Working from home is the new normal and combined with a notable reluctance to return to the conventional office, there is no doubt the nature of work has changed dramatically. Some brave souls took the opportunity to transform themselves into digital nomads, or perhaps more prudently they moved to a sunny spot in Spain with a decent internet connection. Remote workers now count for a sizeable number of employees, with the inevitable tax implications. In February 2021, the Spanish General Directorate of Taxes (DGT – not to be confused with the Spanish Tax Office known colloquially as Hacienda) published its official response to this shift in working conditions. But what does it mean for the expat living in Ibiza juggling their laptop and a café con leche and pan con tomate? Let us break it down for you.
The DGT decision came after deliberating on an individual case of a person offered a job by a British company who permitted remote work in Spain as long as the employee spent more than 91 days per year in the UK. The question was where was this person to pay taxes and if it was in Spain then how could double taxation be avoided?
First, let’s investigate the difference between being a resident and a tax resident. You are considered to be a tax resident in Spain if you spend more than 183 days here per year. This means you must pay taxes in Spain on the income you earn worldwide. For example, if you earn an income from a UK-based company, you will pay taxes on that income in Spain unless you spend at least 182 days outside of Spain every year. If you are a non-resident or a non-resident for tax purposes based in Spain, you pay tax only on the income earned in Spain but you are not permitted any deductions and will be charged a rather hefty flat rate. You might think you can simply register as a non-tax resident and avoid it all, but this is a dangerous game to play, with an increasing number of random audits and heavy penalties for flouting the law.
Nobody wants to pay double tax and thankfully Spain has a double-tax treaty with 90 countries meaning that from Australia to Vietnam, most teleworkers will be covered by this arrangement. Take note though, if your business has a physical establishment in Spain then it will be required to pay local tax in the municipality in which the premises are located. Businesses with teleworkers residing in Spain but without physical premises are exempt from paying local taxes.
Beware, however, because if the business does not have a permanent premise in Spain but makes use of a place of business to which it is not legally connected, local tax could be applied. So, that office you pay rent on to use the internet and a desk might be enough to take you over the tax line. Be careful too if your position enables you to contract employees in the name of the non-resident company as this could be construed as having permanent premises. In short, there may be tax implications even if your company does not set up a legally binding office space.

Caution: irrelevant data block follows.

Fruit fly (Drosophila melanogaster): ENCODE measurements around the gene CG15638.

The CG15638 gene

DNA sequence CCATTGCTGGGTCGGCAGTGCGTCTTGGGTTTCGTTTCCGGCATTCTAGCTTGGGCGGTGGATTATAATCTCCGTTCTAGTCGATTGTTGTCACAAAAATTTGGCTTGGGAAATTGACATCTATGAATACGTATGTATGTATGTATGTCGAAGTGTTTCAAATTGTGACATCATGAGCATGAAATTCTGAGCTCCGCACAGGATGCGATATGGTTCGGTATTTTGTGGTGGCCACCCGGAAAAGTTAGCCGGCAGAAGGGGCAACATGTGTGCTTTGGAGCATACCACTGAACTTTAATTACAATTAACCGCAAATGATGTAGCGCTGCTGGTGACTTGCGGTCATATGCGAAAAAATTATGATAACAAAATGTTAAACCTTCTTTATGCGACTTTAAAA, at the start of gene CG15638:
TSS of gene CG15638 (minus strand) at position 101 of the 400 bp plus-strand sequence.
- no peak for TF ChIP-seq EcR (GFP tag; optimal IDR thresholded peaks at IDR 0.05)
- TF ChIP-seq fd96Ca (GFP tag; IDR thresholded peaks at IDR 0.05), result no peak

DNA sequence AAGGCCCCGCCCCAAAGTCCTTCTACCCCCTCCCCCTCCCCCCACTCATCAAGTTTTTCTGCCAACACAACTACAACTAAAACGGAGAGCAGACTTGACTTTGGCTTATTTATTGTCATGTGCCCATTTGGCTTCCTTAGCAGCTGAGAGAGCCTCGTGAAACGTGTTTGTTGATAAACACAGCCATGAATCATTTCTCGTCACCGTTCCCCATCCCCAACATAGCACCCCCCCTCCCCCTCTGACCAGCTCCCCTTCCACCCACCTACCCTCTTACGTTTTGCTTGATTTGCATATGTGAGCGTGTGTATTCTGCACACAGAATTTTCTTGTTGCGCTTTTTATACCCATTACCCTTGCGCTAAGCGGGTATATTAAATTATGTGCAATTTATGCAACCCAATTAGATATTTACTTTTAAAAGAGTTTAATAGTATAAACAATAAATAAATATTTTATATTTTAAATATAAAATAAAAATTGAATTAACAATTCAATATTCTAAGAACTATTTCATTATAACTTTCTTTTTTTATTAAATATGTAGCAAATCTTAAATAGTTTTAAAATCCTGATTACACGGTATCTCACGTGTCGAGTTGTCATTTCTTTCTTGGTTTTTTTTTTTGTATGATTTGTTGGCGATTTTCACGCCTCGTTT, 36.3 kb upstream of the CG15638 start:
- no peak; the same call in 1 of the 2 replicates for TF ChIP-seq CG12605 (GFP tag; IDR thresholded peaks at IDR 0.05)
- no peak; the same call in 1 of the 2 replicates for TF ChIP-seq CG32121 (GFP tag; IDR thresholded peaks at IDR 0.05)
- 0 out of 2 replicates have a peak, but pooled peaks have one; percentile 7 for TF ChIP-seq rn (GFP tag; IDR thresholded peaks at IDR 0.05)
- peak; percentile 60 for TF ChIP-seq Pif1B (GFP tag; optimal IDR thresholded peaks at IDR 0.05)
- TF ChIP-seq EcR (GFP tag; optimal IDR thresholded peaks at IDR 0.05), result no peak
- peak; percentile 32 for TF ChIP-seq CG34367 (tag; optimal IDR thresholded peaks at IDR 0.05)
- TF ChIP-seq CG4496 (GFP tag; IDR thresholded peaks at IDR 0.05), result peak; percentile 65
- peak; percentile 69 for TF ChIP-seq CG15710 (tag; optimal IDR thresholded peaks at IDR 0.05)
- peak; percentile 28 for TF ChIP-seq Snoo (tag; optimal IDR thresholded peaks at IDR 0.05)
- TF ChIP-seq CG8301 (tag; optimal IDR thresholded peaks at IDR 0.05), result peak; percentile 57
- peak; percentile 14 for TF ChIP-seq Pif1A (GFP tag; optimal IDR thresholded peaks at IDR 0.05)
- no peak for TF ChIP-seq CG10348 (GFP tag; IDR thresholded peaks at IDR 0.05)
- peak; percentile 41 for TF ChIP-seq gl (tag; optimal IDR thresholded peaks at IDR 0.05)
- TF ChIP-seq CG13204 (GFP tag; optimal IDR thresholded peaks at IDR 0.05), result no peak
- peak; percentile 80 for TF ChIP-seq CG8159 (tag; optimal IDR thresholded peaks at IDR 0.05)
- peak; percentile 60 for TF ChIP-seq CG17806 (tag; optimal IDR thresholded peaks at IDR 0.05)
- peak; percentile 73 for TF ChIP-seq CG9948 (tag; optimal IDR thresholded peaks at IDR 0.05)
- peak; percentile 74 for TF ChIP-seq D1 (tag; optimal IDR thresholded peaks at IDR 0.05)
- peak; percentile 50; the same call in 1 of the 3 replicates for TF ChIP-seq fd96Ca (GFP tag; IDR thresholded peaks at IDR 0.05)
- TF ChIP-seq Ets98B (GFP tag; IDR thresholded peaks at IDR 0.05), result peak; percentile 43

The DGT case referred to a UK teleworker employed by a British company, but the precedent will apply to any person who works remotely in Spain for a company established overseas if that person spends more than 183 days here. An overseas worker classed as a tax resident in Spain is liable for Spanish income tax AND tax on all their worldwide income. The very important modelo 720 form is an essential piece of tax kit for any foreign worker and neglecting to submit it may incur severe fines and an enormous headache. Even genuine mistakes are unlikely to sway the heavy hand of Hacienda.
In August 2021, it was announced that a new visa targeted at start-ups and digital nomads will be introduced. As with any initiative of this sort, there are caveats and the fine details are yet to be revealed. The plan is called the Red Nacional de Pueblos Acogedores para el Teletrabajo (National Network of Welcoming Villages for Remote Workers). If the name didn’t give it away, the idea is to encourage people to visit and work from the many villages across Spain with dwindling populations. Visa holders can choose from numerous villages with a population of 5,000 or less and are provided with a host to show them the ropes. The visa is valid for 12 months and is a great way to experience Spain, however it does not cover Ibiza, and it’s assumed the tax implications remain the same.
Some countries have created a simplified tax system where individuals with straightforward incomes can fill out and submit their tax returns. Not so here in Spain where the system is as tricky as a tangled ball of yarn. As with any kind of official paperwork in Spain contracting the services of a trusted ‘gestoria’ (tax agent) is essential. Do not attempt this at home folks… Leave this one to the professionals!
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